PROPOSAL

Changes Community Supervision Practices. This proposition makes various changes to state parole and PRCS practices. For example, it requires probation officers to ask a judge to change the terms of supervision for people on PRCS if they have violated them for a third time. In addition, the proposition requires state parole and county probation departments to exchange more information about the people they supervise.

~ ~ ~ ~ ~

PROPOSITION 57 RELEASE CONSIDERATION PROCESS

PROPOSAL

Changes Proposition 57 Release Consideration Process. Proposition 20 makes various changes to the Proposition 57 release consideration process. The major changes are:

  • Excluding some inmates from the process—such as those convicted of some types of assault and domestic violence.
  • Requiring BPH to deny release to inmates who pose an unreasonable risk of committing felonies that result in victims, rather than only those who pose an unreasonable risk of violence.
  • Requiring BPH to consider additional issues, such as the inmates’ attitudes about their crimes, when deciding whether to release them.
  • Requiring inmates denied release to wait two years (rather than one) before being reconsidered by BPH.
  • Allowing prosecutors to request that BPH perform another review of release decisions.
  • Requiring CDCR to try to locate victims to notify them of the review even if they are not registered with the state.

~ ~ ~ ~ ~

DNA COLLECTION

PROPOSAL

Expands DNA Collection. This proposition requires state and local law enforcement to also collect DNA samples from adults convicted of certain misdemeanors. These crimes include shoplifting, forging checks, and certain domestic violence crimes. 

~ ~ ~ ~ ~

https://vig.cdn.sos.ca.gov/2020/general/pdf/complete-vig.pdf#page=44

Financial effect

Source: Legislative Analyst's Office - Official Voter Information Guide pp. 48-49

FISCAL EFFECTS

The proposition would have various fiscal effects on state and local government. However, the exact size of the effects discussed below would depend on several factors. One key factor would be decisions made by the courts and others (such as county probation departments and prosecutors) about how the proposition would be implemented. For example, the proposition seeks to change certain inmates’ constitutional eligibility to be considered for release under Proposition 57 without changing the State Constitution. If the proposition were challenged in court, a judge might rule that certain provisions cannot be put into effect. Our estimates below of the fiscal effects on state and local government assume that the proposition is fully implemented. In total, the estimated increase in state costs reflects less than one percent of the state’s current General Fund budget. (The General Fund is the state’s main operating account, which it uses to pay for education, prisons, health care, and other services.)

State and Local Correctional Costs. The proposition would increase state and local correctional costs in three ways.

  • First, the increase in penalties for theft-related crimes would increase correctional costs mostly by increasing county jail populations and the level of community supervision for some people.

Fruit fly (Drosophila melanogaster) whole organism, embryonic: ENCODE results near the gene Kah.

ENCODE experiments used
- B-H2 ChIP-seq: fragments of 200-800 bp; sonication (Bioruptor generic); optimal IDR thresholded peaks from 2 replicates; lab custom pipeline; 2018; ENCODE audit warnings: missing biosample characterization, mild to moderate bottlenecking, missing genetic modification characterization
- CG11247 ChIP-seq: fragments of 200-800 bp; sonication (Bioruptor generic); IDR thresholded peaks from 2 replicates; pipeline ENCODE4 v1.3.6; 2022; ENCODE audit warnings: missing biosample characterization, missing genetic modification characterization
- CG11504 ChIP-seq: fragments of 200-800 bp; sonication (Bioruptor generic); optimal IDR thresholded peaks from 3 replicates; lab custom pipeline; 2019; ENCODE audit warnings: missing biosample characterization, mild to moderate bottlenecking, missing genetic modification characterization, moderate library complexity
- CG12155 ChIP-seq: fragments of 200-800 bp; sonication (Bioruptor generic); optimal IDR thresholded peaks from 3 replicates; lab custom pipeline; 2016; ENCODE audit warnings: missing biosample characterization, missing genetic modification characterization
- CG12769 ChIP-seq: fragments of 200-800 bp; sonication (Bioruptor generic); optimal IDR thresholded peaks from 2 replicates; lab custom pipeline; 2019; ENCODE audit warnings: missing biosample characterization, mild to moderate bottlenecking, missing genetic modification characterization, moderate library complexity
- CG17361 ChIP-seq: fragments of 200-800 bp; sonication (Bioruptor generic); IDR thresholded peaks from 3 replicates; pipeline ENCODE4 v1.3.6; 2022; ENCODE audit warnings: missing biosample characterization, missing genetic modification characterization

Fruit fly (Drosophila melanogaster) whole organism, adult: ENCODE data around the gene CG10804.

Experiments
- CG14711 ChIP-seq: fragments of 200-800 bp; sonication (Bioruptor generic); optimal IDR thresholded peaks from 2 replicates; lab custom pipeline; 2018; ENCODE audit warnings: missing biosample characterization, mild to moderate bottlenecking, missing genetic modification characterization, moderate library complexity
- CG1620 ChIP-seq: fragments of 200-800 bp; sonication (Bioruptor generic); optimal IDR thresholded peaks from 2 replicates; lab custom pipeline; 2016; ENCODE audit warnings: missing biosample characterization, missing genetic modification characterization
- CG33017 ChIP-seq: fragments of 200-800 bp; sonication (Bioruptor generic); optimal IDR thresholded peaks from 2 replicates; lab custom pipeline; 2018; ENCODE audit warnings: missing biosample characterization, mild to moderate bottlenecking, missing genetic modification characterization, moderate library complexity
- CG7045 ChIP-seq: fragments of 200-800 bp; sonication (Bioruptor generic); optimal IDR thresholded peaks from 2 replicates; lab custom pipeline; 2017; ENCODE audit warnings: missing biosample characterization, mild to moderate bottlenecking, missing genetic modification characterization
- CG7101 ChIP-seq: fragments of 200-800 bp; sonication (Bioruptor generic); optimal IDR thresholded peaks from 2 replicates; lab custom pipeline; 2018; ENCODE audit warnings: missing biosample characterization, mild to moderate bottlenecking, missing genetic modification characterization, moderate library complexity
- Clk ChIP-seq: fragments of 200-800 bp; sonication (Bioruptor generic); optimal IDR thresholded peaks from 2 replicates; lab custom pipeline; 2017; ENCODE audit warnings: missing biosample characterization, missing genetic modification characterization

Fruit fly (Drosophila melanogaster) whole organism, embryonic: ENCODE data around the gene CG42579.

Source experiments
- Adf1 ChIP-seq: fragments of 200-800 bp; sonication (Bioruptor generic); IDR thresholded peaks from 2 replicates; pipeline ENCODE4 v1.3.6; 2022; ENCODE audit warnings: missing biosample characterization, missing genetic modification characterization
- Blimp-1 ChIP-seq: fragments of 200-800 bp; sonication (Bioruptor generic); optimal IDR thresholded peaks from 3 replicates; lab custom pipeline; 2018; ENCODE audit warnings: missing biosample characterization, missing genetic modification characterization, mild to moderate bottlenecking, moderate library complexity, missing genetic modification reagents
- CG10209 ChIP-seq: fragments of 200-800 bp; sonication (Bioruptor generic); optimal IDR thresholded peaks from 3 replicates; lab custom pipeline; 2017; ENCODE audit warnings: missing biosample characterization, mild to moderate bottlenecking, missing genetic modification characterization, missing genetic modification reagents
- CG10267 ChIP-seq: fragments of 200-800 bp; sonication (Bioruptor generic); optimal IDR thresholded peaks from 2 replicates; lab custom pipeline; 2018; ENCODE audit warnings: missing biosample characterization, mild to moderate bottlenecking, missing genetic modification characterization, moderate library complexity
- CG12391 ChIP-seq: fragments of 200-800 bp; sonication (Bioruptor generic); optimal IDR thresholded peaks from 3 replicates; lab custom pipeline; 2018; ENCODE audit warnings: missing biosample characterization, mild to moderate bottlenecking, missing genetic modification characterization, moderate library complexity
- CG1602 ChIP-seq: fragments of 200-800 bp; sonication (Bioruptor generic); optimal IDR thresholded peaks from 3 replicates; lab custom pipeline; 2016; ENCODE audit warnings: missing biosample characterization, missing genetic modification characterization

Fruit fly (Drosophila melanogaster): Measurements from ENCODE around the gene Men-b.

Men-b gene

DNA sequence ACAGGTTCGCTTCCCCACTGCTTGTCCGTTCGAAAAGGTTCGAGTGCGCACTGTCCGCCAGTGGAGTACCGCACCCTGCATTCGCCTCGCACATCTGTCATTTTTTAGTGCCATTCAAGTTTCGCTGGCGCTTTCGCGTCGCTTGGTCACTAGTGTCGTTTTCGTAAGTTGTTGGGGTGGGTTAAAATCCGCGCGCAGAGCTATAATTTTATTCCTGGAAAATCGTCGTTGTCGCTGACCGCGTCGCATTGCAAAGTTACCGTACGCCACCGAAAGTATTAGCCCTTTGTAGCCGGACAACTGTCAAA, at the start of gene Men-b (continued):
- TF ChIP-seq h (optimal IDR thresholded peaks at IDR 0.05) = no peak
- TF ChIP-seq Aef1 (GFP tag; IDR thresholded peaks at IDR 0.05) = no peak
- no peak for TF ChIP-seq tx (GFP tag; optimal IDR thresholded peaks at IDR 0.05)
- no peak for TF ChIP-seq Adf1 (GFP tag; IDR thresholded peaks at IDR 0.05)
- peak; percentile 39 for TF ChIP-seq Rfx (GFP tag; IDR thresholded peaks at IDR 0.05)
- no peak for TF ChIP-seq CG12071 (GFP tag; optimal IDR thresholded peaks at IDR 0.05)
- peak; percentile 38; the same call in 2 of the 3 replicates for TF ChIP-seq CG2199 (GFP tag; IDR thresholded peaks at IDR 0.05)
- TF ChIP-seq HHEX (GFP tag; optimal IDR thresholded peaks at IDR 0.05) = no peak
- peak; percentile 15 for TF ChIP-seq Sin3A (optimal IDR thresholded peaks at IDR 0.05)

• Second, the changes to community supervision practices would increase state and local costs in various ways. For example, the requirement that county probation officers seek to change the terms of supervision for people on PRCS who violate them for a third time could increase county jail populations if this causes more people to be placed in jail.
  • Third, the changes made to the Proposition 57 release consideration process would increase state costs by reducing the number of inmates released from prison and generally increasing the cost of the process.

We estimate that more than several thousand people would be affected by the proposition each year. As a result, we estimate that the increase in state and local correctional costs would likely be in the tens of millions of dollars annually. The actual increase would depend on several uncertain factors, such as the specific number of people affected by the proposition. 

State and Local Court-Related Costs. The proposition would increase state and local court-related costs. This is because it would result in some people being convicted of felonies for certain theft-related crimes instead of misdemeanors. Because felonies take more time for courts to handle than misdemeanors, workload for the courts, county prosecutors and public defenders, and county sheriffs (who provide court security) would increase. In addition, requiring probation officers to ask judges to change the terms of supervision for people on PRCS after their third violation would result in additional court workload. We estimate that these court-related costs could be more than several million dollars annually, depending on the actual number of people affected by the proposition.

State and Local Law Enforcement Costs. The proposition would increase state and local law enforcement costs by expanding the number of people who are required to provide DNA samples, possibly by tens of thousands annually. We estimate that the increase in state and local law enforcement costs would likely not be more than a few million dollars annually.

Other Fiscal Effects. There could be other unknown fiscal effects on state and local governments due to the proposition. For example, if the increase in penalties reduces crime, some criminal justice system costs could be avoided. The extent to which this or other effects would occur is unknown.